Friday, January 31, 2020

Belle Starr, the Bandit Queen

Myra Maybelle "Belle" Shirley was the daughter of well-to-do parents and should have grown up to be poised and proper. Girls born in the mid-19th century were expected to learn to cook, sew, run a home, and then marry a good man and raise a family. Belle had other ideas.  



Belle Starr - public domain image

Belleknown as May to her familywas born on February 5th, 1848 in Carthage, Missouri. Her father, John Shirley, was a prosperous farmer, and her mother, Elizabeth, was his third wife. Belle was raised with several siblings from John's previous marriages. Her favorite brother was John Addisonaka Bud. Belle received an education at a girl's academy, but Bud taught her things that would better serve her as she grew older--how to shoot and ride horses. Belle grew up in the years preceding the Civil War, and it is believed that she helped Bud as he tried to subvert the Union's efforts in Missouri.

Bud died in 1864, and following a Union attack on Carthage soon after, the Shirleys moved to Scyene, Texas. It was there that the Shirleys became reacquainted with a number of Missouri-born criminals, including Jesse James and the Younger brothers, whom Belle had grown up with in Missouri. 


Jim Reed and Belle Starr
public domain image

In 1866, Belle married Jim Reed, another man she'd known when she was younger. Two years later, she gave birth to a daughterRosie Lee, whom she called Pearl. Her second child, Eddie, was born in 1871. Reed fell into bad companythe Starr clana Cherokee Indian family notorious for stealing whiskey, cattle, and horses in Indian Territory. Reed was killed in 1874 in Paris, Texas.

In 1880, Belle wed a Cherokee man named Sam Starr. They moved to Indian Territory and lived with the Starr gang on Cherokee land. There, she learned to fence for the rustlers, horse thieves, and bootleggers, and she also harbored criminals such as Frank and Jesse James at their home. 


By Roeder Bros. - Heritage Auctions, Public Domain, https://commons.wikimedia.org/w/index.php?curid=27154879
Note: Belle is riding side-saddle with a gun on her hip

In 1883, Belle and Sam were convicted of stealing horses and were tried before "The Hanging Judge" Isaac Parker in Fort Smith, Arkansas. Each spent nine months in jail in Detroit, then returned to Indian Territory. Belle was now a felon, with her notoriety growing over suspicions about other crimes. It is said that she carried one or two pistols and wore gold earrings and a man’s hat with feathers. 

In 1886, Belle eluded conviction on another theft charge. On December 17, Sam was involved in a gunfight with Officer Frank West, and both men were killed. Belle's life as an outlaw queen—and what had been the happiest relationship of her life—abruptly ended with her husband's death.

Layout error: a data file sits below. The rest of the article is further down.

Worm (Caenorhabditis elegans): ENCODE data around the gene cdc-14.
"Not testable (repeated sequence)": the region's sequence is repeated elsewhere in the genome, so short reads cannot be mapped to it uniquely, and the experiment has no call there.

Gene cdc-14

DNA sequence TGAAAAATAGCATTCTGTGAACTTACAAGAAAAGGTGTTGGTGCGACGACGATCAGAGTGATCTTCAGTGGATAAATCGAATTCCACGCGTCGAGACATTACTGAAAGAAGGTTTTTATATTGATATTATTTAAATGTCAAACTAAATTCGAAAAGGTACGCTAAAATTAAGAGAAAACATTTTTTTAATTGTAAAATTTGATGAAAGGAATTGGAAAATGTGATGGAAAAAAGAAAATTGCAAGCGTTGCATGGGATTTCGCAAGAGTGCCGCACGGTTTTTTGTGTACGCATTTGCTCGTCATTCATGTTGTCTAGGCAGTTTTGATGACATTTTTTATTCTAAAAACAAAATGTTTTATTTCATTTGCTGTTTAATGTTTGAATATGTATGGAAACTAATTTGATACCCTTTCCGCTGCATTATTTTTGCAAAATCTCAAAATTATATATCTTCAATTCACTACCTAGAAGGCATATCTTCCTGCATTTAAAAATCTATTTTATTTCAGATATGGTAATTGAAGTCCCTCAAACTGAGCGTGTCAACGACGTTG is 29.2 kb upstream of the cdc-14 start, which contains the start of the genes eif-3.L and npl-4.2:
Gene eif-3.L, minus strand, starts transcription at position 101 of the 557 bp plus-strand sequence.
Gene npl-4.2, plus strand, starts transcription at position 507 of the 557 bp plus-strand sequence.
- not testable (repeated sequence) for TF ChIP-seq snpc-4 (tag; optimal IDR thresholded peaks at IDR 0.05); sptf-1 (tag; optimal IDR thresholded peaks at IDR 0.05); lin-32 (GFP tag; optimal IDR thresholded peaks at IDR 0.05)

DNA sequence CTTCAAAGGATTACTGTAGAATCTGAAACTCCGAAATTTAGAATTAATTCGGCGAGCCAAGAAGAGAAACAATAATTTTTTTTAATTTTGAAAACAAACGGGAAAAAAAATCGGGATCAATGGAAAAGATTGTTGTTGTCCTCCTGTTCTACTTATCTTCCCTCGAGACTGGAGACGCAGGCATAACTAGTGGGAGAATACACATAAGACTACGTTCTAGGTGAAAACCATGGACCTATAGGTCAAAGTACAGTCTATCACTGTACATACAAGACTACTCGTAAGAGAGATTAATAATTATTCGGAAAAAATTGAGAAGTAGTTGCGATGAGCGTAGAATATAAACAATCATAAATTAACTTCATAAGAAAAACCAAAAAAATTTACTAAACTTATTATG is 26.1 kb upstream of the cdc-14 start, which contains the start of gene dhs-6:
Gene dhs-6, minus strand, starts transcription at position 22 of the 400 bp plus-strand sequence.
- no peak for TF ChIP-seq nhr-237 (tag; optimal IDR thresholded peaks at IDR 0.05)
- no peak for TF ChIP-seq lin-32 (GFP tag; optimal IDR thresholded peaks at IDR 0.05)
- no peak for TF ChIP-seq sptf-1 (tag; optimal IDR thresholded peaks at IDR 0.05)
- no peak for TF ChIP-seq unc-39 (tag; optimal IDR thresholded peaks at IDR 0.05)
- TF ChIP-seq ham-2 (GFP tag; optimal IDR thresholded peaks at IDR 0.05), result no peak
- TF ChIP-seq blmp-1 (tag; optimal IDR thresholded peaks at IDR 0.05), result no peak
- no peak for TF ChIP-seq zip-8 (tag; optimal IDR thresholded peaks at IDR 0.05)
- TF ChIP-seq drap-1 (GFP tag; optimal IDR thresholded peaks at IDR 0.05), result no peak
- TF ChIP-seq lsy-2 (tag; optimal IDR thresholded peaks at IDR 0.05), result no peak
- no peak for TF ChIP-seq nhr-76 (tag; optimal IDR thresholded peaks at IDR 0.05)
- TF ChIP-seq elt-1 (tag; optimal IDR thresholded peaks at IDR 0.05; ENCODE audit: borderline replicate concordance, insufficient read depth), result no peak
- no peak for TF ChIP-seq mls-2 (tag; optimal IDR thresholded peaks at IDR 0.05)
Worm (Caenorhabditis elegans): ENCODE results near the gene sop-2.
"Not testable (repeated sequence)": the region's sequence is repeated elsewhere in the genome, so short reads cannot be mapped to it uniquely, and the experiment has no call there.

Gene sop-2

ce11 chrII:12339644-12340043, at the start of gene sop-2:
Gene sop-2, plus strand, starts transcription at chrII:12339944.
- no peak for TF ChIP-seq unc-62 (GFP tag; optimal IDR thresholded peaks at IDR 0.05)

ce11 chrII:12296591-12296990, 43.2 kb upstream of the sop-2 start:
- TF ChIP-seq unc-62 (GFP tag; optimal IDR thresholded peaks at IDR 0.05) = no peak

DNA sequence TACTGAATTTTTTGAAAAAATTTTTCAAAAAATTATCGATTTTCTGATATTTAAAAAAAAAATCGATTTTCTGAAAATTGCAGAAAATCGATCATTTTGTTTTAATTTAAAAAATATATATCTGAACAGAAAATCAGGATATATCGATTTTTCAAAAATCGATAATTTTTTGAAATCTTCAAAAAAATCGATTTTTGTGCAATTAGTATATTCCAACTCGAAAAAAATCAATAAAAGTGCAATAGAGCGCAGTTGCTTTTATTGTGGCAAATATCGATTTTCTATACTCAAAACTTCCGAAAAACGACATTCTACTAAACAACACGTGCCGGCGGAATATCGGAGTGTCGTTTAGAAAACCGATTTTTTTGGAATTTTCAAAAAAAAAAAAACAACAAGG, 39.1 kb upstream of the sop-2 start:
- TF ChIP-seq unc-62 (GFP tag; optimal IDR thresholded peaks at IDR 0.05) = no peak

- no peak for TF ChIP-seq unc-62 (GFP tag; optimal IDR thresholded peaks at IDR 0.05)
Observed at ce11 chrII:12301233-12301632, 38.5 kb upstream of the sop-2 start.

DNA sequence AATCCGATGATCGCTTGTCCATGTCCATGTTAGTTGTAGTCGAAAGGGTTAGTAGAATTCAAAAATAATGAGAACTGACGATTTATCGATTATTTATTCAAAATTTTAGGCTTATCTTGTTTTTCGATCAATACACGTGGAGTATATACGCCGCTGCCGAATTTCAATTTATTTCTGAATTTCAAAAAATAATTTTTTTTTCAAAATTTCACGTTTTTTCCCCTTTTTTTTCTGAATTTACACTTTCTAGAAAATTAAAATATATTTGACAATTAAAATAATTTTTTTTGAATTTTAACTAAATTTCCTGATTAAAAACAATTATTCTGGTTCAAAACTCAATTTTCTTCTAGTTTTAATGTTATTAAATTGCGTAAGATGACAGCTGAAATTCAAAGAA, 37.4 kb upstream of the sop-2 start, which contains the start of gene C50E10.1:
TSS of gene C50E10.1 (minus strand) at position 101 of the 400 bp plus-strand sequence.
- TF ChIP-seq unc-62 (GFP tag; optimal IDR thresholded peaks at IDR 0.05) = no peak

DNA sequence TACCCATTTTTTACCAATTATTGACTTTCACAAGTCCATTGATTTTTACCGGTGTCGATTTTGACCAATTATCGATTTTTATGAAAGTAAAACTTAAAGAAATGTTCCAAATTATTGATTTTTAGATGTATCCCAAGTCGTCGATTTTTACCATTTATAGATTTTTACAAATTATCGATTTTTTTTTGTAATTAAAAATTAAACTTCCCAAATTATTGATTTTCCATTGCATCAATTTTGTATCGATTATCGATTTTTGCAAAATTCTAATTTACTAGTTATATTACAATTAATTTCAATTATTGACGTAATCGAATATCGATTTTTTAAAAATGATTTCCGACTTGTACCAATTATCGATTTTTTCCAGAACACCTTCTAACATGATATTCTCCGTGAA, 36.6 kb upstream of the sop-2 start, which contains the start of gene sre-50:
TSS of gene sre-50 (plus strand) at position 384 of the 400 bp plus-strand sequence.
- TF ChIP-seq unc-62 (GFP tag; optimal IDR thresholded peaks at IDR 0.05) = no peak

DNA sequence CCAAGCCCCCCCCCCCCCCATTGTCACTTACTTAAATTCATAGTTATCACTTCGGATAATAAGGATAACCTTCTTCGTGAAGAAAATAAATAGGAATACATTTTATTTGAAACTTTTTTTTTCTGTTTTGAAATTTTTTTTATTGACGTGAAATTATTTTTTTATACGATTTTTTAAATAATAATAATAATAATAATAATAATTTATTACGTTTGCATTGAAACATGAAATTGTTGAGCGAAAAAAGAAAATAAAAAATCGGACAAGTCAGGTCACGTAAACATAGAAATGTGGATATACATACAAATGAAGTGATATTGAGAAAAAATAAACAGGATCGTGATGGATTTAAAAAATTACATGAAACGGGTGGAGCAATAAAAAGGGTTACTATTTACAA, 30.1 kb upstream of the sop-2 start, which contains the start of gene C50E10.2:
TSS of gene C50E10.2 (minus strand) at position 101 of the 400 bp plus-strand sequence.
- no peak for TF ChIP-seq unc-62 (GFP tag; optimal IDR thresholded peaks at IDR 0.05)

Photo of Belle Starr from the National Police Gazette
public domain image

On February 3, 1889, two days before her 41st birthday, Belle was killed. She was riding home from a neighbor's house in Eufala, Oklahoma when she was ambushed and shot several times. After she fell off her horse, she was shot again to make sure she was dead. Legend says she was killed with her own double-barrel shotgun. No one was ever accused of her murder.


Most of her life, Belle was an obscure figure outside Texas. But she received instant notoriety when her story was picked up by the publisher of dime novels and the National Police Gazette, Richard K. Fox, who made her name famous with his novel Bella Starr, the Bandit Queen, or the Female Jesse James, published in 1889.





Check out my new release:

The Mail-Order Standoff

Mail-Order Brides Get Cold Feet

Twice the Trouble by Vickie McDonough
Cactus Creek, Texas, 1888


When Connor McLoughlin and his cousin Brian order a pair of mail-order brides, they think they’re getting two sweet Irish lasses. But what they get is a stage load of shenanigans.




Vickie McDonough is the best-selling author of 50 books and novellas. She grew up wanting to marry a rancher, but instead, she married a computer geek who is scared of horses. She now lives out her dreams penning romance stories about ranchers, cowboys, lawmen, and others living in the Old West. Vickie’s books have won numerous awards including the Booksellers Best and the Inspirational Choice awards. When she’s not writing, Vickie enjoys reading, doing stained-glass projects, gardening watching movies, and traveling. To learn more about Vickie’s books or to sign up for her newsletter, visit her website: www.vickiemcdonough.com

Facebook: https://www.facebook.com/VickieMcDonough
Twitter: https://twitter.com/vickiemcdonough
Pinterest: http://www.pinterest.com/VickieMcDonough/

2 comments: